Post-Miley Feminism

 

 

(Written for Kindle Magazine, December 2013)

 

By Saswat Pattanayak

A wealthy white woman used specific “ghetto” elements from the black culture to materially profit from those insincere projections. And much of the world media ignored this aspect entirely, while castigating her instead for wearing indecent attires. And finally, when this attracted the attention of white feminists, they rallied behind her to protest slut-shaming.

Following her memorable performance at VMA in August, Miley Cyrus helped generate what Mikki Kendall had earlier hashtagged as, “Solidarity Is For White Women” (in lambasting the ways white feminists had been protecting the disgraced Hugo Schwyzer).

In conveniently overlooking the serious nature of cultural appropriations, what suddenly reemerged within the feminist discourse is how race intersects with feminism itself. It became quite apparent that feminism – or for that matter, any radical politics – was not going to make any headway, if it was not explicitly going to embrace intersectionality. In other words, was Cyrus going to find support from only a section of feminists, on issues that had direct implications for them? Does feminism often work this way? If yes, should it?

The images of Cyrus that night were compelling for various reasons. Her sexy outfits were the least of them all, in an era of a virtually saturated landscape so far as sexualized visual images go. What stood apart was how she used black women as props on the stage that night, reminiscent of the days of slavery when white masters used slaves as stand-alone objects/accessories for amusement of their guests. What stood apart was how she created an atmosphere of a circus, with herself as the ringleader motorboating black women as the dancing bears.

That she wanted to live out her fantasies and feel sexually empowered were all defensible propositions, but the fact that she had to degrade black women as objects in order to play those out, while in real life she does not have to experience the racist society as a black woman does, was what made it all so irrefutably disgusting. Likewise, while the white feminists upholding her right to rub herself on Robin Thicke was an acceptable defense, what became a profound contradiction was their remaining silent over her own treatment of backup dancers. Indeed, when black women pointed this out, they faced the charges of misconstruing feminism – thus, it remained no longer a Cyrus moment. It demanded critical reflections on part of all those who identify with feminist, progressive and revolutionary politics.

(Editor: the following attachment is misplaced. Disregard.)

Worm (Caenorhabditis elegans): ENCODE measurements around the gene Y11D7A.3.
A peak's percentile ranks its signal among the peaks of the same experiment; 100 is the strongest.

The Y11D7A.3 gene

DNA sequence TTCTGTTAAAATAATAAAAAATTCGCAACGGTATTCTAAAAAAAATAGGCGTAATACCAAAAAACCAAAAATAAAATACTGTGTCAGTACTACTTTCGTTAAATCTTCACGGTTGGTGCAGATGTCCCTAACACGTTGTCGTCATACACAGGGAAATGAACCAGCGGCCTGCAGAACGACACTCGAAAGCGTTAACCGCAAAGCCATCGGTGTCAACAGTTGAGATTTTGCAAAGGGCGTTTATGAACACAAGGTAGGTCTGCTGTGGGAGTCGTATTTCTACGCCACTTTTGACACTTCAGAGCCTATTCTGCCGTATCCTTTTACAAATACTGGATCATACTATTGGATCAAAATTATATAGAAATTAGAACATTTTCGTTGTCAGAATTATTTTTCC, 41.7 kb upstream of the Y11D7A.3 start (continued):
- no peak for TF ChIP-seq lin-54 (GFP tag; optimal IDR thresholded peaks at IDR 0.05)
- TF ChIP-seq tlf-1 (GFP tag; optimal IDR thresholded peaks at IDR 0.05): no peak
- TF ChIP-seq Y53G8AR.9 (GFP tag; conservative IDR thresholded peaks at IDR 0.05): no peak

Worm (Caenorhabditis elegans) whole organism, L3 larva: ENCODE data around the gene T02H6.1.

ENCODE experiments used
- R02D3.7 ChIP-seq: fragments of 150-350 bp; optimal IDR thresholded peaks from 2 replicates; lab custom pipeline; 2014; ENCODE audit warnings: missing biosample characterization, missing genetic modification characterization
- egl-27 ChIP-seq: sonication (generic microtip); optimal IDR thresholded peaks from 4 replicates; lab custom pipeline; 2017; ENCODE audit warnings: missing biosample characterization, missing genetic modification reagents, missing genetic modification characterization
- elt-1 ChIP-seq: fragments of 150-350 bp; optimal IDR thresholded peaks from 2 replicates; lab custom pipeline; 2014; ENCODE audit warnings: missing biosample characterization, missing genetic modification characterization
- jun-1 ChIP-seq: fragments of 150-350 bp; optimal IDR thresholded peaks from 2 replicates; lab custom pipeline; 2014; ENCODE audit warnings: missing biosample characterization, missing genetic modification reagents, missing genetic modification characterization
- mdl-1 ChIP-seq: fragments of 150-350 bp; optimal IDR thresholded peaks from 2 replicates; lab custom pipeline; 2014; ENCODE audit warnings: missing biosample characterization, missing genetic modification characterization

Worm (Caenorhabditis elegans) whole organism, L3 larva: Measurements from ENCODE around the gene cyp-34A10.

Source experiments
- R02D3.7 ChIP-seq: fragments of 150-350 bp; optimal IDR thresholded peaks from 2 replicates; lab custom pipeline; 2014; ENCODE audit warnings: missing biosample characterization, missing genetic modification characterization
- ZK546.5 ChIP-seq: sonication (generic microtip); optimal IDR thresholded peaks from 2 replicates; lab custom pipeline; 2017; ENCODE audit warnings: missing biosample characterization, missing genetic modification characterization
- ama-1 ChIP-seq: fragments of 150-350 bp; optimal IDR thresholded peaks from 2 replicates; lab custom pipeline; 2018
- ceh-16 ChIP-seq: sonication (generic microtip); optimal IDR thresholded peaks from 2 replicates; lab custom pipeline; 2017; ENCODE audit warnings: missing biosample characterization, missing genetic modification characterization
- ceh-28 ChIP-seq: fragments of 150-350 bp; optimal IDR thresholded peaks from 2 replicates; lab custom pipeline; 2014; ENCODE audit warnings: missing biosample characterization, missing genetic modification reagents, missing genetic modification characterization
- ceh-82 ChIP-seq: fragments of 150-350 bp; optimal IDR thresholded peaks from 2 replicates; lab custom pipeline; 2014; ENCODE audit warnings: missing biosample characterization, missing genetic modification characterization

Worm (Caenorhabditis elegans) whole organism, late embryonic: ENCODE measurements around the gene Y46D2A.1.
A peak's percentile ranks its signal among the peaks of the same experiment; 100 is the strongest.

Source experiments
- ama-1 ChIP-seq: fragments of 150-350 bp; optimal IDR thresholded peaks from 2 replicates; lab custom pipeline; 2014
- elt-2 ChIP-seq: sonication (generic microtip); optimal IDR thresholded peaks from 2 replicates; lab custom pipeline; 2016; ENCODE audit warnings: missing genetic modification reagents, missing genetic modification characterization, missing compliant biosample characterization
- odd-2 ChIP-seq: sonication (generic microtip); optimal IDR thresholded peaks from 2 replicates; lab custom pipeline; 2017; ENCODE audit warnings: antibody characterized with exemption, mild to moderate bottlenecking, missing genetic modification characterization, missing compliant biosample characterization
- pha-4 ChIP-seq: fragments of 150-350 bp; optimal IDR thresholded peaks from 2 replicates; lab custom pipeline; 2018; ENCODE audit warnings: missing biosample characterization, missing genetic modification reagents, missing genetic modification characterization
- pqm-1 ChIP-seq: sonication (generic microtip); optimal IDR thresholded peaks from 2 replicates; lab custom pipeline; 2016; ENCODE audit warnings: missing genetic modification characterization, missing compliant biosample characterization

Batty Mamzelle wrote, “Historically, black women have had very little agency over their bodies. From being raped by white slave masters to the ever-enduring stereotype that black women can’t be raped, black women have been told over and over and over again, that their bodies are not their own. By bringing these ‘homegirls with the big butts’ out onto the stage with her and engaging in a one-sided interaction with her ass, (not even her actual person!) Miley has contributed to that rhetoric. She made that woman’s body a literal spectacle to be enjoyed by her legions of loyal fans.”

What the Cyrus episode brought to the fore was not just the need to apply intersectional analysis to feminism in the US, but by its very extension and logic, to have it applied everywhere. In much similar vein, argument can be made about the selective solidarities displayed among Savarna feminists in India, who remained eerily silent throughout the protest marches against rape and murder of a Dalit woman in Jind district of Haryana. The level of indifference was so staggering that the mainstream media which had gone agog to report extensively on rape culture since Nirbhaya, entirely ignored a three-day conference organized by Dalit women to question the casteist nature of Indian justice system. In a bold move to oppose what I would term, after Kendall, as “Solidarity Is for Savarna Women”, the organizers (AIDMAM) exclaimed: “The silence from all corners is deafening and this particular case of alleged rape and murder of a 20 year old Dalit girl in Jind is only another one in a long list of cases of sexual violence on Dalit women. Today, we do not even know what to ask for! Should we make a claim for a separate State for Dalit women? A State that will give us a life of security? A separate State that will allow us to live our lives peacefully? A State that will permit us to go to schools? A State that will allow us to go to the toilet without fear? A State that will give us the basic right to life? Dalit women have lost all hope in the Government, in the police, the judiciary, the elected representatives and with civil society. We do not want to just trigger the conscience of the system and the people, but seek all voices for justice for Dalit women in India.”